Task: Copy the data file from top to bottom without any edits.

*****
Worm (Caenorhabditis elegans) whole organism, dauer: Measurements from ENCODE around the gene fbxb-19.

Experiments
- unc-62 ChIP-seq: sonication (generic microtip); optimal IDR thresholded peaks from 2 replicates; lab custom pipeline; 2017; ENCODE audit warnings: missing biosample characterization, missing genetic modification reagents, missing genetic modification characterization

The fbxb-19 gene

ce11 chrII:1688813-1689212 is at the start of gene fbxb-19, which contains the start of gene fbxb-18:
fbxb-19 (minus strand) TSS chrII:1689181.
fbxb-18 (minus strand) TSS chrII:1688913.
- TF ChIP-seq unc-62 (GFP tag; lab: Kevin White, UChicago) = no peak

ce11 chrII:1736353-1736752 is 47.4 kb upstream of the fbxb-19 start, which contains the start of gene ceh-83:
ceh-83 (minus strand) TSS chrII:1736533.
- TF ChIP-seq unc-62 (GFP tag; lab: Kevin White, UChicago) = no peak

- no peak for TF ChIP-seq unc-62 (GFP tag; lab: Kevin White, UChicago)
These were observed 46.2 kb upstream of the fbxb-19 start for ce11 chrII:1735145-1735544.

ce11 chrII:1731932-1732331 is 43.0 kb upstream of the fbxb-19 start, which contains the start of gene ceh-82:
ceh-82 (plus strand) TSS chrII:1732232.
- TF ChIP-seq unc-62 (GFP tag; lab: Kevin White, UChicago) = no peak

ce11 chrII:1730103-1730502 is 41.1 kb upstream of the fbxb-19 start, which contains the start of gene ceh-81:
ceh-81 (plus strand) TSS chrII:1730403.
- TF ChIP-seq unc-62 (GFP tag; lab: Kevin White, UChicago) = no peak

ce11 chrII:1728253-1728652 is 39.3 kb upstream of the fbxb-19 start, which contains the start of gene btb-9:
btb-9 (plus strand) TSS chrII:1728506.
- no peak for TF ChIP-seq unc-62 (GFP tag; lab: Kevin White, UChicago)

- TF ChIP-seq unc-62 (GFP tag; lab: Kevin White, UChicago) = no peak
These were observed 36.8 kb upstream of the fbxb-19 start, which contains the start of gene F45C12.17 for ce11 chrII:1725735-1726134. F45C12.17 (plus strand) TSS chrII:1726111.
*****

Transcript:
Worm (Caenorhabditis elegans) whole organism, dauer: Measurements from ENCODE around the gene fbxb-19.

Experiments
- unc-62 ChIP-seq: sonication (generic microtip); optimal IDR thresholded peaks from 2 replicates; lab custom pipeline; 2017; ENCODE audit warnings: missing biosample characterization, missing genetic modification reagents, missing genetic modification characterization

The fbxb-19 gene

ce11 chrII:1688813-1689212 is at the start of gene fbxb-19, which contains the start of gene fbxb-18:
fbxb-19 (minus strand) TSS chrII:1689181.
fbxb-18 (minus strand) TSS chrII:1688913.
- TF ChIP-seq unc-62 (GFP tag; lab: Kevin White, UChicago) = no peak

ce11 chrII:1736353-1736752 is 47.4 kb upstream of the fbxb-19 start, which contains the start of gene ceh-83:
ceh-83 (minus strand) TSS chrII:1736533.
- TF ChIP-seq unc-62 (GFP tag; lab: Kevin White, UChicago) = no peak

- no peak for TF ChIP-seq unc-62 (GFP tag; lab: Kevin White, UChicago)
These were observed 46.2 kb upstream of the fbxb-19 start for ce11 chrII:1735145-1735544.

ce11 chrII:1731932-1732331 is 43.0 kb upstream of the fbxb-19 start, which contains the start of gene ceh-82:
ceh-82 (plus strand) TSS chrII:1732232.
- TF ChIP-seq unc-62 (GFP tag; lab: Kevin White, UChicago) = no peak

ce11 chrII:1730103-1730502 is 41.1 kb upstream of the fbxb-19 start, which contains the start of gene ceh-81:
ceh-81 (plus strand) TSS chrII:1730403.
- TF ChIP-seq unc-62 (GFP tag; lab: Kevin White, UChicago) = no peak

ce11 chrII:1728253-1728652 is 39.3 kb upstream of the fbxb-19 start, which contains the start of gene btb-9:
btb-9 (plus strand) TSS chrII:1728506.
- no peak for TF ChIP-seq unc-62 (GFP tag; lab: Kevin White, UChicago)

- TF ChIP-seq unc-62 (GFP tag; lab: Kevin White, UChicago) = no peak
These were observed 36.8 kb upstream of the fbxb-19 start, which contains the start of gene F45C12.17 for ce11 chrII:1725735-1726134. F45C12.17 (plus strand) TSS chrII:1726111.